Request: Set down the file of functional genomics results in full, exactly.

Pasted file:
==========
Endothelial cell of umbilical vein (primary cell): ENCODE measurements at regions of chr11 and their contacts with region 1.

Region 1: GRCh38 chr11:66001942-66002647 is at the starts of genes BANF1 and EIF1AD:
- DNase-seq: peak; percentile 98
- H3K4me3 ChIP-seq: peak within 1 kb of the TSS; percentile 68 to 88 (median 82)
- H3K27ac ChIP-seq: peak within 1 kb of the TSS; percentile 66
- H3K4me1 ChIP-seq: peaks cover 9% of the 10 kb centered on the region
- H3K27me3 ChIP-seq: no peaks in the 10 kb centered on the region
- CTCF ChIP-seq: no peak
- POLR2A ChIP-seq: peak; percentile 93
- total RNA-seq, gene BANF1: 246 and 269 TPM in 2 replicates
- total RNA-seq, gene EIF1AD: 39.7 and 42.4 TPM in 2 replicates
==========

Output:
Endothelial cell of umbilical vein (primary cell): ENCODE measurements at regions of chr11 and their contacts with region 1.

Region 1: GRCh38 chr11:66001942-66002647 is at the starts of genes BANF1 and EIF1AD:
- DNase-seq: peak; percentile 98
- H3K4me3 ChIP-seq: peak within 1 kb of the TSS; percentile 68 to 88 (median 82)
- H3K27ac ChIP-seq: peak within 1 kb of the TSS; percentile 66
- H3K4me1 ChIP-seq: peaks cover 9% of the 10 kb centered on the region
- H3K27me3 ChIP-seq: no peaks in the 10 kb centered on the region
- CTCF ChIP-seq: no peak
- POLR2A ChIP-seq: peak; percentile 93
- total RNA-seq, gene BANF1: 246 and 269 TPM in 2 replicates
- total RNA-seq, gene EIF1AD: 39.7 and 42.4 TPM in 2 replicates